Again, it is difficult to put a dollar value on "missed opportunity due to lack of information and control", but with nearly 500 producing wells under the lake and a large fraction of those estimated to benefit from some kind of work, one can see that the potential is likely enormous.
Refer to Appendix A: Plunger Lift Case Study

3.2 Gathering System (Intermitter)
Pigging of the main lines, particularly in the Port Maitland system has proved that water loading, combined with salt blockages, in the pipelines can hold back several hundred thousand cubic feet of daily gas production. Due to diving expense it is not practical to pig lines frequently and they are currently pigged on a schedule primarily based on maintenance needs to remove solids buildups before they become too great.

Sweet gathering systems are nearly drawn down to their discharge limit, with only 30psig suction pressure at the Port Maitland Compressor. Despite this, wellbores at the back of the system are forced to produce against pressures over 100psig. Though this is not particularly high, it can be lowered through clearing of the pipeline and increase production at the station.

One way to keep the gathering system clear and also to keep the pressure low is to run an intermitter. The intermitter alternately switches different arms of the gathering system from production to shut in. This reduces the pressure in the gathering system and increases the velocity thereby more effectively sweeping the water into the station and producing the wells against lower backpressure.

A major intermitter project was installed on the Trustco line immediately after the Talisman purchase of Pembina. The project was considered a failure due to unsustainable gas flow in some locations. Poor location selection and valve timing were also problems, with boat visits to each site required to set new cycle times and collect data. The recorded flows did show, however, that the intermitter principal worked in several locations (that total production with downtime was greater than total production without the intermitter).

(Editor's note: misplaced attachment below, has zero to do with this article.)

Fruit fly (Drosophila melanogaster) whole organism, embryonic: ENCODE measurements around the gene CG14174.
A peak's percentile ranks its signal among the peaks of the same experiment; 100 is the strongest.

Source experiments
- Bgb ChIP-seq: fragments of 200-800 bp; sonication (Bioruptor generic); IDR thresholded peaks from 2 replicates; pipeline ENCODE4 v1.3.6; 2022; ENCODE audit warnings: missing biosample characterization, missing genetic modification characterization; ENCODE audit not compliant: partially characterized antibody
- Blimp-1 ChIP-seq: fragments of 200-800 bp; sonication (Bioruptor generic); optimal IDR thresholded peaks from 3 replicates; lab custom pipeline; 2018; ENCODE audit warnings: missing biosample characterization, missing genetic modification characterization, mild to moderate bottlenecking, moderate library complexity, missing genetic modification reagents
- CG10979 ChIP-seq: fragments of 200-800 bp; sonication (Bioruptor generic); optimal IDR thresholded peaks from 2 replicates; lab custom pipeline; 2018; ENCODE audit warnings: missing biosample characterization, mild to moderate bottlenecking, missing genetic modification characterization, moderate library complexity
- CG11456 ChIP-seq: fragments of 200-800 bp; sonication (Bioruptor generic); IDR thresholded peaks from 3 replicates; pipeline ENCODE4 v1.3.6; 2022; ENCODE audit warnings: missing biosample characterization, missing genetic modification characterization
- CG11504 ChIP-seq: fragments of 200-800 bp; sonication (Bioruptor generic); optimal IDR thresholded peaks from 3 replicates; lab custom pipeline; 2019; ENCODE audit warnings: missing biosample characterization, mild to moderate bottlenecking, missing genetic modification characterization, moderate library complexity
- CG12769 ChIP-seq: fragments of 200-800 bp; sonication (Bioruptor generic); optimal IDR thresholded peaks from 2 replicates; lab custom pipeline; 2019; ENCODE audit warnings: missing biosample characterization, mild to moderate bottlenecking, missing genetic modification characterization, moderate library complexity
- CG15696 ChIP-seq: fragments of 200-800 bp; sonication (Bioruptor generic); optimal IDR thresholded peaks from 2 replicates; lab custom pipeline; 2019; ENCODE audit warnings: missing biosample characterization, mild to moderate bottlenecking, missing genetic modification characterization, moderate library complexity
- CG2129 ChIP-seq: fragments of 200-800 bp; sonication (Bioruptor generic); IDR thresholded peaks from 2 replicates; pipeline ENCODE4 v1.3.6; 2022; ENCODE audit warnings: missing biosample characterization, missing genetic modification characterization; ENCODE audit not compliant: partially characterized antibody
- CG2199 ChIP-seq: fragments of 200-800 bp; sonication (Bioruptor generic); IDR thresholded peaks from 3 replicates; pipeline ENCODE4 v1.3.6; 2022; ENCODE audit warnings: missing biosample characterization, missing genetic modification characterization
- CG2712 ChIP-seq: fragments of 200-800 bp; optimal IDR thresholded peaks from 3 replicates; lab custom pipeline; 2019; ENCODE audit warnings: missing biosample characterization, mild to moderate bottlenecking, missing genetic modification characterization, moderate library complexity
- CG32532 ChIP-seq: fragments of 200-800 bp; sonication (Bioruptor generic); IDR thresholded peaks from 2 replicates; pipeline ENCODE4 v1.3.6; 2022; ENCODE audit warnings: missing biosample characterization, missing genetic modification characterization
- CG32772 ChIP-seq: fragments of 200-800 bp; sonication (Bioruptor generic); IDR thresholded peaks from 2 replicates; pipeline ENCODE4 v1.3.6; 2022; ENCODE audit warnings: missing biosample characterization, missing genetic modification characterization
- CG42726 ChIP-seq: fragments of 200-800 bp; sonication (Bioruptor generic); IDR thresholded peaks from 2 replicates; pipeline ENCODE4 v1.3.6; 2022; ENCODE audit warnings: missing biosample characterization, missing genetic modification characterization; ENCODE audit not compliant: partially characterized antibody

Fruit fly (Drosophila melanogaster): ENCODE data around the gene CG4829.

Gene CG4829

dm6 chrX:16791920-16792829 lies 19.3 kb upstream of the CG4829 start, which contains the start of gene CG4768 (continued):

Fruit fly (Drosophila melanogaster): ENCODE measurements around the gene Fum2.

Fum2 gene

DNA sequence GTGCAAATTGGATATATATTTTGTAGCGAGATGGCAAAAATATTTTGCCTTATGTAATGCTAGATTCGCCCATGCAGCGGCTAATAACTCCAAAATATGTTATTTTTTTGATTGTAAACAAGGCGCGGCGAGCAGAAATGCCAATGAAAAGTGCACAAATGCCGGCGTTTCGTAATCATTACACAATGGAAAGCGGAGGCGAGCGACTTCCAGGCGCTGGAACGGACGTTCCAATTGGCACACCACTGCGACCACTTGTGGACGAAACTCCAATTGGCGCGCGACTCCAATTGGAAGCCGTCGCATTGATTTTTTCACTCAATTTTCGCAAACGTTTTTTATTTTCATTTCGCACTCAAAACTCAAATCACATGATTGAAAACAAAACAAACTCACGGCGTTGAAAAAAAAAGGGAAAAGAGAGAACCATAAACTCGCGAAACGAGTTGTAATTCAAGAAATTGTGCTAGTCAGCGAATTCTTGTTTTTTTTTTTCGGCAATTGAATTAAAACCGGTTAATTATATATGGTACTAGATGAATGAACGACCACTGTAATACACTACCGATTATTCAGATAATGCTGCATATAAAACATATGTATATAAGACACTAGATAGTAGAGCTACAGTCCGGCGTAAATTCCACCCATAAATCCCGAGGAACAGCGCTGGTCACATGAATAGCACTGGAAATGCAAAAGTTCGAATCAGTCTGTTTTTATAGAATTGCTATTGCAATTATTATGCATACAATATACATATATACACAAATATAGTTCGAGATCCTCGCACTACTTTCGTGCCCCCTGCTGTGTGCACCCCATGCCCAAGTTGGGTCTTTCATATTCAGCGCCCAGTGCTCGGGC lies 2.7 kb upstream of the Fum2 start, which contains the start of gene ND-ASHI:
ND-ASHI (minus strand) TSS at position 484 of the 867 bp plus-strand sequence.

A project similar to the above, enhanced by networked PDLs would enable real-time switching to optimize the intermitter system and ensure no accidental or extended time shut-ins. Networked PDLs would also enable better location selection for the intermitter valves by providing better production data.

Intermitters are less likely to show great improvement in the lake than plunger lifts, but could still be economic projects in the massive gathering systems once network technology is available.

3.3 Passive Production Optimization
It has been observed time and time again through the tieing-in of new wells, stimulations, and even the installation of offshore compression that pipeline restrictions are preventing production from many areas from reaching the plant. Poorly sized pipelines need to be changed in some cases, and new pipeline installations have to be properly sized to manage declining or expanding production from different areas of the lake.

In order to correctly locate the improperly sized lines and select correct sizes to replace them with, pipeline models must be used due to the complexity of the looped gathering systems. These models require flow and pressure data, especially data that encompasses different flow rates in time that can be used to "tune" the models.